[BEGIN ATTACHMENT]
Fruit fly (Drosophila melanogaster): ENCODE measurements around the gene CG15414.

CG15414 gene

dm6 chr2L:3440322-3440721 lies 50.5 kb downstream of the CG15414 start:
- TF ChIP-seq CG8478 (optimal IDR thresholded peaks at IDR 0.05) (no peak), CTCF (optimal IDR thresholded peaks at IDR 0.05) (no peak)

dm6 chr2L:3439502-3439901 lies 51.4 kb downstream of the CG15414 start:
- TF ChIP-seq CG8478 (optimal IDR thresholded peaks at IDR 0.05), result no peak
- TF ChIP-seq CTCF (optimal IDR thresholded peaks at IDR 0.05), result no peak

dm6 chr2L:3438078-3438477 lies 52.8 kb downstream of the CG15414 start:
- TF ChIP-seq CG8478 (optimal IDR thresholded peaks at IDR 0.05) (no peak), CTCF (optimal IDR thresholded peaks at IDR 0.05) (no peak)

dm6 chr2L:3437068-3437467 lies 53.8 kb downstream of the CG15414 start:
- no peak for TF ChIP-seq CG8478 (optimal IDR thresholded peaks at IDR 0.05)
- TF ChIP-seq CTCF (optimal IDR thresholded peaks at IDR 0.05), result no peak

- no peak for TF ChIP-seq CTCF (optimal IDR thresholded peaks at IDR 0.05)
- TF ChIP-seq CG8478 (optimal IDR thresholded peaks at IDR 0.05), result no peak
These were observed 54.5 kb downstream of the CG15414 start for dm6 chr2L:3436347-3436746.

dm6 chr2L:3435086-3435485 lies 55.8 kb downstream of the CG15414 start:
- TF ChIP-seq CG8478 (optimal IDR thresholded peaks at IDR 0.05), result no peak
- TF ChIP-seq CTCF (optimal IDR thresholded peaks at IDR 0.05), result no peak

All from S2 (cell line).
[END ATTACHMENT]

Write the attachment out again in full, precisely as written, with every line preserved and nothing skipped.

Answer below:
Fruit fly (Drosophila melanogaster): ENCODE measurements around the gene CG15414.

CG15414 gene

dm6 chr2L:3440322-3440721 lies 50.5 kb downstream of the CG15414 start:
- TF ChIP-seq CG8478 (optimal IDR thresholded peaks at IDR 0.05) (no peak), CTCF (optimal IDR thresholded peaks at IDR 0.05) (no peak)

dm6 chr2L:3439502-3439901 lies 51.4 kb downstream of the CG15414 start:
- TF ChIP-seq CG8478 (optimal IDR thresholded peaks at IDR 0.05), result no peak
- TF ChIP-seq CTCF (optimal IDR thresholded peaks at IDR 0.05), result no peak

dm6 chr2L:3438078-3438477 lies 52.8 kb downstream of the CG15414 start:
- TF ChIP-seq CG8478 (optimal IDR thresholded peaks at IDR 0.05) (no peak), CTCF (optimal IDR thresholded peaks at IDR 0.05) (no peak)

dm6 chr2L:3437068-3437467 lies 53.8 kb downstream of the CG15414 start:
- no peak for TF ChIP-seq CG8478 (optimal IDR thresholded peaks at IDR 0.05)
- TF ChIP-seq CTCF (optimal IDR thresholded peaks at IDR 0.05), result no peak

- no peak for TF ChIP-seq CTCF (optimal IDR thresholded peaks at IDR 0.05)
- TF ChIP-seq CG8478 (optimal IDR thresholded peaks at IDR 0.05), result no peak
These were observed 54.5 kb downstream of the CG15414 start for dm6 chr2L:3436347-3436746.

dm6 chr2L:3435086-3435485 lies 55.8 kb downstream of the CG15414 start:
- TF ChIP-seq CG8478 (optimal IDR thresholded peaks at IDR 0.05), result no peak
- TF ChIP-seq CTCF (optimal IDR thresholded peaks at IDR 0.05), result no peak

All from S2 (cell line).